AF 2019 IN REVIEW: Mannequin Pussy’s Patience is Philly’s AOTY

Mannequin Pussy’s Patience isn’t just my Philly album of the year for 2019 – it’s one of the best records of the year in general. This shouldn’t be a surprise, since Philly has one of the strongest music scenes in the country (@ me, I dare you). But, in a time when the fabric of our scene feels a bit precarious, it’s worth taking the time to celebrate the year’s best moments.

When I was a teenager, I would plug my iPod Touch into the aux cord in my mom’s car, playing whatever music was on my “Recently Added” playlist. Inevitably, some rowdy punk band would come on, and over the discordant screeches, my mom would say, “You like this?”

What draws me to punk music has never been the shouting and wailing – I prefer a living room acoustic set over a gritty basement show nine times out of ten. But Mannequin Pussy’s Patience, their third album and first release on Epitaph Records, is a textbook example of why music doesn’t always need to sound pretty. Sometimes, the only way to get over a brutal breakup is to scream. On Patience, Mannequin Pussy encapsulates grief, turmoil, and recovery in a way that only punk music can. I’ll dare to describe it as a “roller coaster of emotion” without fear of exhausting the cliche: we accelerate up the one-two-punch of “Patience” and “Drunk II,” dive into a hellish descent on “Cream,” then slow down on “Fear /+/ Desire” – okay, you get the point.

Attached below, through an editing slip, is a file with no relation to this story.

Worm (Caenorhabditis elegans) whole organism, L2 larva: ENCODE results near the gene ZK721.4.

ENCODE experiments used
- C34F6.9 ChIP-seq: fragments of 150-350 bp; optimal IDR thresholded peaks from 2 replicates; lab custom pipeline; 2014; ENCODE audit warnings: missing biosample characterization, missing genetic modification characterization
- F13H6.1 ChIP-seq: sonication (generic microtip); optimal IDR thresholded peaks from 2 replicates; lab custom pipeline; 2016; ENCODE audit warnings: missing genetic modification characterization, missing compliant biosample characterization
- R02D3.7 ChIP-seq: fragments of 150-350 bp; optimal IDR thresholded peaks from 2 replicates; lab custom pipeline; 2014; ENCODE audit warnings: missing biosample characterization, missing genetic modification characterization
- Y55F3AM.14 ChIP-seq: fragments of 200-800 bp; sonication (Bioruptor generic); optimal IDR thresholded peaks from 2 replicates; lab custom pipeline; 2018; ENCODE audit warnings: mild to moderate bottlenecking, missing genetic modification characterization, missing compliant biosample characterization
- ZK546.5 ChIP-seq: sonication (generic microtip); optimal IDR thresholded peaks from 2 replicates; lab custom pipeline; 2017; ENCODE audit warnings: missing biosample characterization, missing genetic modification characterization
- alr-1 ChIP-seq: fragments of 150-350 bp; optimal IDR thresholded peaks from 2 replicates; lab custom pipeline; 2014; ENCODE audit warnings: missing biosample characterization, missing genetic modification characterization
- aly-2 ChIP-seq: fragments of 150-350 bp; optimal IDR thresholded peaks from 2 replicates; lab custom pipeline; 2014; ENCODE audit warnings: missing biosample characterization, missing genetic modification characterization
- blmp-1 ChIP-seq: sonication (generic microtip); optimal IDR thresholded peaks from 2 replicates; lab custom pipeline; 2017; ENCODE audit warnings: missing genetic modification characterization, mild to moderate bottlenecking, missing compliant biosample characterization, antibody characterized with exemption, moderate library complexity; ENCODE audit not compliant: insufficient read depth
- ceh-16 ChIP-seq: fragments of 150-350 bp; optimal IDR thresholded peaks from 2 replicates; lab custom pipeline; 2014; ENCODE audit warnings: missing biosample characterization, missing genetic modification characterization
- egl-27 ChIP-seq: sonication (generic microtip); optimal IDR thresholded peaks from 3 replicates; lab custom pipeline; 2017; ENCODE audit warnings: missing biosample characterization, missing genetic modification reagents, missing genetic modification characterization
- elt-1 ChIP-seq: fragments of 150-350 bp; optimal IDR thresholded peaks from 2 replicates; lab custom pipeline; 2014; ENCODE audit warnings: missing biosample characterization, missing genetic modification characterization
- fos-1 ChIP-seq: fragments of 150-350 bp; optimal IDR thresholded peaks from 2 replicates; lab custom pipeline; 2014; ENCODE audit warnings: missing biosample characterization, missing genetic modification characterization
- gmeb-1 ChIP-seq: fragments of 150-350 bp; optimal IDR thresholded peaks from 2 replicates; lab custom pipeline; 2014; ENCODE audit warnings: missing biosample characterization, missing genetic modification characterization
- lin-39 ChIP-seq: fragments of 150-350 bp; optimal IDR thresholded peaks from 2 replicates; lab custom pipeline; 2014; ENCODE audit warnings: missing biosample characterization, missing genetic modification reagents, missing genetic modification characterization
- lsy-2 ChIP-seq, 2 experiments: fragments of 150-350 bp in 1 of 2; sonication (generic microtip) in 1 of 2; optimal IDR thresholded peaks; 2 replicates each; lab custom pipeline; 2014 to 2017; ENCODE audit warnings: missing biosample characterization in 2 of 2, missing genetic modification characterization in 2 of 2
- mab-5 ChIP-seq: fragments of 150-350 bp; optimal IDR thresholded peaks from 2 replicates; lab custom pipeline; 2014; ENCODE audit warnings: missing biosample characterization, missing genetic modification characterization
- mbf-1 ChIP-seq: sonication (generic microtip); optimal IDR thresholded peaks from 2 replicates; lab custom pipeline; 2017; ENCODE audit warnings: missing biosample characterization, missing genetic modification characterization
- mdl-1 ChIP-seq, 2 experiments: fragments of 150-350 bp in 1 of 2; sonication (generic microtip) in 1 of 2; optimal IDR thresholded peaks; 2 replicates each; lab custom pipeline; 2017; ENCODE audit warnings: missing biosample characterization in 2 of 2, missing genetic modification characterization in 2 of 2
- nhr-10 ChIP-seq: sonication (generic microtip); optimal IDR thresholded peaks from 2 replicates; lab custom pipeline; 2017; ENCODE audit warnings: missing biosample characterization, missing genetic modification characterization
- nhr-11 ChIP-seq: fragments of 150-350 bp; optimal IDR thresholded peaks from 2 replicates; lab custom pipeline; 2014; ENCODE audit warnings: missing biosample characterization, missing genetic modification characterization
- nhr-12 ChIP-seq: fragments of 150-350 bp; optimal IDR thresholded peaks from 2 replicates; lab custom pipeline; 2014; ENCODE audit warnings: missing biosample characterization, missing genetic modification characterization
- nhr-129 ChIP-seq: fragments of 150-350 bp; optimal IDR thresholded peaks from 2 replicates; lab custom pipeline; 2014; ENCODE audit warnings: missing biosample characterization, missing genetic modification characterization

Mannequin Pussy thrives when they eschew our expectations of what noisy Philly punks should sound like. This is a band of contradiction – they sell out shows despite having a name that is flagged as profanity in Facebook and Google ads, much to promoters’ dismay. It’s funny. It’s also funny to title a 25-minute punk album Patience, but the short album contains multitudes. It chronicles a hostile relationship, yet ends with “In Love Again,” a hopeful song reminiscent of The Cranberries. On songs like “Drunk I,” Patience oozes the kind of healthy aggression that lends itself to mosh pits, yet the record, despite its brevity, is interspersed with equally thoughtful, contemplative moments: “And if the words I’ve written have fallen apart/It’s insecurity, it’s violence starting to get to my heart,” singer and guitarist Marisa Dabice sings on “High Horse.”

“High Horse” is a painful victory march, beginning mellow and painful as it recalls abuse, only to evolve into a hesitantly confident declaration: “Your world’s on fire, as I watch up from my high horse/Your world’s on fire, and I walk away.” The song, which feels like a movie climax, calls us back to the album art for Patience: a desktop globe against a pale pink background, a small flame beginning to engulf this miniature world. It’s beautiful, yet foreboding, a piece of chaos beginning to spread across a picturesque Earth.